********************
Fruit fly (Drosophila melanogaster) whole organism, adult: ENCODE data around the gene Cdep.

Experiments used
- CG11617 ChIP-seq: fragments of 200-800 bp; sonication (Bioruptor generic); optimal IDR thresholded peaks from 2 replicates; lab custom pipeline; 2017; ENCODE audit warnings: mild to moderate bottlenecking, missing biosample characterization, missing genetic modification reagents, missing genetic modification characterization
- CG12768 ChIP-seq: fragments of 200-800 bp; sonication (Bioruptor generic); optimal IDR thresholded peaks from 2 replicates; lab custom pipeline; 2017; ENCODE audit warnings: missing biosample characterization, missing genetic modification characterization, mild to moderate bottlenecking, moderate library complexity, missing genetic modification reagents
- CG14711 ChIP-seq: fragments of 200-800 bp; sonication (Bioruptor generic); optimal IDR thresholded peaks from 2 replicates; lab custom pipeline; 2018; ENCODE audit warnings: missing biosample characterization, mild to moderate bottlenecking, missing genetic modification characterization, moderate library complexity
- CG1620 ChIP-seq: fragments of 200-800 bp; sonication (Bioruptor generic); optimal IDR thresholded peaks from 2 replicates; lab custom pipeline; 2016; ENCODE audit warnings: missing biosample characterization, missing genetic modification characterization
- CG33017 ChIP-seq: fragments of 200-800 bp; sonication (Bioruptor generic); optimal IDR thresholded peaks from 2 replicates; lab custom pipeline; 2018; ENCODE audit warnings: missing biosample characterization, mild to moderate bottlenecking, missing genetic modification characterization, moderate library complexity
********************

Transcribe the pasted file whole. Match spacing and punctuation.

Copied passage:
Fruit fly (Drosophila melanogaster) whole organism, adult: ENCODE data around the gene Cdep.

Experiments used
- CG11617 ChIP-seq: fragments of 200-800 bp; sonication (Bioruptor generic); optimal IDR thresholded peaks from 2 replicates; lab custom pipeline; 2017; ENCODE audit warnings: mild to moderate bottlenecking, missing biosample characterization, missing genetic modification reagents, missing genetic modification characterization
- CG12768 ChIP-seq: fragments of 200-800 bp; sonication (Bioruptor generic); optimal IDR thresholded peaks from 2 replicates; lab custom pipeline; 2017; ENCODE audit warnings: missing biosample characterization, missing genetic modification characterization, mild to moderate bottlenecking, moderate library complexity, missing genetic modification reagents
- CG14711 ChIP-seq: fragments of 200-800 bp; sonication (Bioruptor generic); optimal IDR thresholded peaks from 2 replicates; lab custom pipeline; 2018; ENCODE audit warnings: missing biosample characterization, mild to moderate bottlenecking, missing genetic modification characterization, moderate library complexity
- CG1620 ChIP-seq: fragments of 200-800 bp; sonication (Bioruptor generic); optimal IDR thresholded peaks from 2 replicates; lab custom pipeline; 2016; ENCODE audit warnings: missing biosample characterization, missing genetic modification characterization
- CG33017 ChIP-seq: fragments of 200-800 bp; sonication (Bioruptor generic); optimal IDR thresholded peaks from 2 replicates; lab custom pipeline; 2018; ENCODE audit warnings: missing biosample characterization, mild to moderate bottlenecking, missing genetic modification characterization, moderate library complexity